April 24th is the 3rd Anniversary of the Rana Plaza building collapse in Bangladesh where 1,133 people died and 2,500 people were injured. Also, this is my 3rd year joining this fashion revolution against these type of disasters. This year I'm wearing my clothes inside out and asking Calvin Klein #whomademyclothes?
As I move forward with my spiritually, I am feeling more and more compelled to take responsibility in actions toward others specially when it's unfair treatment. I find it reflecting on my own actions that 'not caring' is our biggest problem in humanity. It's easy to turn the other cheek and not to care, but really where does that get us to on a individual and society level? Not caring only gets us to atrocities like that of Rana Plaza, just one of more that have happened since that day. This is also not counting the unreported ones. 'Not knowing' is not sufficient to excuse us from our social responsibility to ensure those making our clothes have a healthy work environment and are not abused. Also, saying 'well, I can't afford ethical clothing' is not an excuse either. There are other inexpensive ways to make choices. I mention a pair below.
So, how does one even get started in taking responsibility? I get you, the spectrum is wide. It all doesn't just start and end in a factory. Let's first start from the makers perspective. Who are the brands/designers--what do they stand for? Are they really producing original designs? Are they stealing pattern and design ideas from other brands? How ethical are their business decisions? It's those decisions and mindset that first affect and spread down the production line. It can get quite overwhelming if you're just starting out, but key is to first determine where one is at in the chain of clothing production and consumption and take it step by step--applying changes that stick, I say. First step is to get educated on the matter. Moving on to replacing clothing as we move forward in our journey and/or make better shopping decisions slowly. Reading up on news of your favorite brands really helps understand information not widely available from brands directly. Recently there was a news story on Chanel not paying their taxes, this really matters to me. I want a brand that is responsible. There was another story on how high-end labels are taking talent from artisans and how they should be credited--I agree! Asking questions is a must step on every step. Don't expect to change overnight, I know I haven't but I am definitely moving along. Joining movements is another way to start.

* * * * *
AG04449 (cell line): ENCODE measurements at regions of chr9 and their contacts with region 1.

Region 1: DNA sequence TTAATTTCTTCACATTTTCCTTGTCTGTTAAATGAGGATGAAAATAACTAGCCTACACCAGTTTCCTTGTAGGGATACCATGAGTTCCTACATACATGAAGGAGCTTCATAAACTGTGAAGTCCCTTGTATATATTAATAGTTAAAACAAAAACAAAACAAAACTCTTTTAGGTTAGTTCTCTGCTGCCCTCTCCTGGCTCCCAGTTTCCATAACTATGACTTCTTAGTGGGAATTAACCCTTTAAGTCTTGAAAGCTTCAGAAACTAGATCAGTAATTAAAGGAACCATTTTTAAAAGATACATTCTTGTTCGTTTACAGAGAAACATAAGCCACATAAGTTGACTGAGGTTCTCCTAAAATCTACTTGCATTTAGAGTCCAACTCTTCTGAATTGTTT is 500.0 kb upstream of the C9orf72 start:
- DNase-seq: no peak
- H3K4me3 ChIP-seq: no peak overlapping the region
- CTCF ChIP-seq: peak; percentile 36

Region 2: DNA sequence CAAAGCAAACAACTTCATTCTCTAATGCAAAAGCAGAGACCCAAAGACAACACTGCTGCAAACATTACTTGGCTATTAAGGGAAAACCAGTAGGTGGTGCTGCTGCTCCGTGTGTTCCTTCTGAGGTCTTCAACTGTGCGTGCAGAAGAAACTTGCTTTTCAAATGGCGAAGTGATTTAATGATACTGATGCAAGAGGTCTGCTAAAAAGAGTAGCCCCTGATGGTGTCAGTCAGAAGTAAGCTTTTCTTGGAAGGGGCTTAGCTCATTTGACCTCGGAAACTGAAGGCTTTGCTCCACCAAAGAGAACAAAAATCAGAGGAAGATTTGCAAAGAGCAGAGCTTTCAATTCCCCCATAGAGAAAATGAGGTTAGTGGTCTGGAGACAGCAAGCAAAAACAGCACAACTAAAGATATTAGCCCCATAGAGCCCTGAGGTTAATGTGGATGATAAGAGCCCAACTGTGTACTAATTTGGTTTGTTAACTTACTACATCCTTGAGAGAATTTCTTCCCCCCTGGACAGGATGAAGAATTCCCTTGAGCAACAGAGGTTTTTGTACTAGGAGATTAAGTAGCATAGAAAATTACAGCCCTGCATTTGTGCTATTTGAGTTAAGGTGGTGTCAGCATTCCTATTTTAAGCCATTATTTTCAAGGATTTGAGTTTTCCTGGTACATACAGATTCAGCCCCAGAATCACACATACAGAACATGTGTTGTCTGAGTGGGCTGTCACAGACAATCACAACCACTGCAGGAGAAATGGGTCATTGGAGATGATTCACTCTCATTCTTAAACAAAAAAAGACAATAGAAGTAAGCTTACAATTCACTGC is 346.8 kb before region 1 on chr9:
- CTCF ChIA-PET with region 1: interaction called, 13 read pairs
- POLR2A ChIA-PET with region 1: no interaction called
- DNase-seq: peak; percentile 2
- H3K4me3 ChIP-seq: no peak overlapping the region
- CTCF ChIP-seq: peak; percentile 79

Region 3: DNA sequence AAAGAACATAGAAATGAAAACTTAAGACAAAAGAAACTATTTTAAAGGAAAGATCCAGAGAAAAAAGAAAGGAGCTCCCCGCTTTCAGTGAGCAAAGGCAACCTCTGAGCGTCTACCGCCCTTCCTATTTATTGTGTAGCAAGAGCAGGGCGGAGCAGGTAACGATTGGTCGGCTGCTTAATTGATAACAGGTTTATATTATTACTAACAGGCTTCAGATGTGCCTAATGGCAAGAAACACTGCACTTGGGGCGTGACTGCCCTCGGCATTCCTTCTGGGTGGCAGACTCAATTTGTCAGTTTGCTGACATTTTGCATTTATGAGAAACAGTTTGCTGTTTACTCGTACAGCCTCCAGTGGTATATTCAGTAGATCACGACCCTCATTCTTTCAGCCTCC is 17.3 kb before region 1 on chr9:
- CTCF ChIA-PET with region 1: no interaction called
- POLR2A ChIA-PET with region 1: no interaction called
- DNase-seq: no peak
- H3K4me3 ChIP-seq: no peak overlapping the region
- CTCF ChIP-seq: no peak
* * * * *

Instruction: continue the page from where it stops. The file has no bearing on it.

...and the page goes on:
Again, this year, I decided to join Fashion Revolution, an organization that is dedicated to not forget what happened at Rana Plaza and spread awareness on how we can make changes to a more sustainable way of living through clothing, which is very in accordance with my faith. As mentioned the first step is getting educated, they provide a good in depth of knowledge. I recommend to take a peek. Here are some other things one can do throughout the year that may ensure a social level of responsibility:
Understand the Situation
People are dying while making clothes that we wear. This in itself should be it to make you take a step towards doing something about the situation. The population growth and pop culture conditioning us to be compulsive buyers definitely puts a pressure on factories to overwork their workers in dangerous work environments, this is not even mentioning the physical and verbal abuse that they go through.
Don't Be Afraid to Wear The Same Thing Over and Over
A part of our culture has conditioned us that we need something new to wear every weekend stagnating our creativity. Instead, buy one good quality piece and be creative in wearing it. So don't be a follower, be a leader.
Recycle and Upcycle
Please don't just throw away your clothing to the garbage--this adds to landfills not to mention most of fast fashion clothing are made of materials that don't decompose. Instead, trade clothing, donate it or get creative and upcycle it!
"Clothes aren't going to change the world. The woman who wear them will. - Anne Klein